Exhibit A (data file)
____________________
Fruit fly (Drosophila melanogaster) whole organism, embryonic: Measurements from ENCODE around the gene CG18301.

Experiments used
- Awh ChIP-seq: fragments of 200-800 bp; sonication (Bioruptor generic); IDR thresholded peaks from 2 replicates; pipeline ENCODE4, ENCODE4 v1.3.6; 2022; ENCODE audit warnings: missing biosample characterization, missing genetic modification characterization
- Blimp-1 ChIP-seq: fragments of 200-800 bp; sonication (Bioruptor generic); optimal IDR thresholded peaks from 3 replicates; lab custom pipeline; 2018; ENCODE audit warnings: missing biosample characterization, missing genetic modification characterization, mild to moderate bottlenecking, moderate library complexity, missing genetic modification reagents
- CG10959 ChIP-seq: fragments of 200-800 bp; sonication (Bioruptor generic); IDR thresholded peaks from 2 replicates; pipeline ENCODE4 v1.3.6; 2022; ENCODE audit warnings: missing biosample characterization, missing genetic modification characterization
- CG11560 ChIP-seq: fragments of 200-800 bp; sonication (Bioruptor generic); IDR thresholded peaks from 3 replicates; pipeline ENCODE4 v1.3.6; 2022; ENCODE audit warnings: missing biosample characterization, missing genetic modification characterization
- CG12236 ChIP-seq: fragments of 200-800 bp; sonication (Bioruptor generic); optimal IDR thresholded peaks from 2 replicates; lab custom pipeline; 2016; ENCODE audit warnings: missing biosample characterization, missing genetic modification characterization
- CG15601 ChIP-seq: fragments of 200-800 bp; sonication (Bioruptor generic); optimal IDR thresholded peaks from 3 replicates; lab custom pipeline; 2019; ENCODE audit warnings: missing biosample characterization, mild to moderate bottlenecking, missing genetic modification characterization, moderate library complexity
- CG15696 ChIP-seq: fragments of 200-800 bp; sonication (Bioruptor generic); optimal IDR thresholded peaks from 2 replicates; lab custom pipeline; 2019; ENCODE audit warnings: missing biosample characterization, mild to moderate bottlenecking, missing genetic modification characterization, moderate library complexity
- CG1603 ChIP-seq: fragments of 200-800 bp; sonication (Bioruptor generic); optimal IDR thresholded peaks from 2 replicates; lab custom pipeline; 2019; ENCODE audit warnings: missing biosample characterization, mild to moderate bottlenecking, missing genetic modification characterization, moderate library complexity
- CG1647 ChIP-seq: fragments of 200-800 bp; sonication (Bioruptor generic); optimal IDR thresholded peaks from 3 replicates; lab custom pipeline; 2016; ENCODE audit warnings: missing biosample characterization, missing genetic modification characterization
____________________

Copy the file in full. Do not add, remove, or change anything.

Fruit fly (Drosophila melanogaster) whole organism, embryonic: Measurements from ENCODE around the gene CG18301.

Experiments used
- Awh ChIP-seq: fragments of 200-800 bp; sonication (Bioruptor generic); IDR thresholded peaks from 2 replicates; pipeline ENCODE4, ENCODE4 v1.3.6; 2022; ENCODE audit warnings: missing biosample characterization, missing genetic modification characterization
- Blimp-1 ChIP-seq: fragments of 200-800 bp; sonication (Bioruptor generic); optimal IDR thresholded peaks from 3 replicates; lab custom pipeline; 2018; ENCODE audit warnings: missing biosample characterization, missing genetic modification characterization, mild to moderate bottlenecking, moderate library complexity, missing genetic modification reagents
- CG10959 ChIP-seq: fragments of 200-800 bp; sonication (Bioruptor generic); IDR thresholded peaks from 2 replicates; pipeline ENCODE4 v1.3.6; 2022; ENCODE audit warnings: missing biosample characterization, missing genetic modification characterization
- CG11560 ChIP-seq: fragments of 200-800 bp; sonication (Bioruptor generic); IDR thresholded peaks from 3 replicates; pipeline ENCODE4 v1.3.6; 2022; ENCODE audit warnings: missing biosample characterization, missing genetic modification characterization
- CG12236 ChIP-seq: fragments of 200-800 bp; sonication (Bioruptor generic); optimal IDR thresholded peaks from 2 replicates; lab custom pipeline; 2016; ENCODE audit warnings: missing biosample characterization, missing genetic modification characterization
- CG15601 ChIP-seq: fragments of 200-800 bp; sonication (Bioruptor generic); optimal IDR thresholded peaks from 3 replicates; lab custom pipeline; 2019; ENCODE audit warnings: missing biosample characterization, mild to moderate bottlenecking, missing genetic modification characterization, moderate library complexity
- CG15696 ChIP-seq: fragments of 200-800 bp; sonication (Bioruptor generic); optimal IDR thresholded peaks from 2 replicates; lab custom pipeline; 2019; ENCODE audit warnings: missing biosample characterization, mild to moderate bottlenecking, missing genetic modification characterization, moderate library complexity
- CG1603 ChIP-seq: fragments of 200-800 bp; sonication (Bioruptor generic); optimal IDR thresholded peaks from 2 replicates; lab custom pipeline; 2019; ENCODE audit warnings: missing biosample characterization, mild to moderate bottlenecking, missing genetic modification characterization, moderate library complexity
- CG1647 ChIP-seq: fragments of 200-800 bp; sonication (Bioruptor generic); optimal IDR thresholded peaks from 3 replicates; lab custom pipeline; 2016; ENCODE audit warnings: missing biosample characterization, missing genetic modification characterization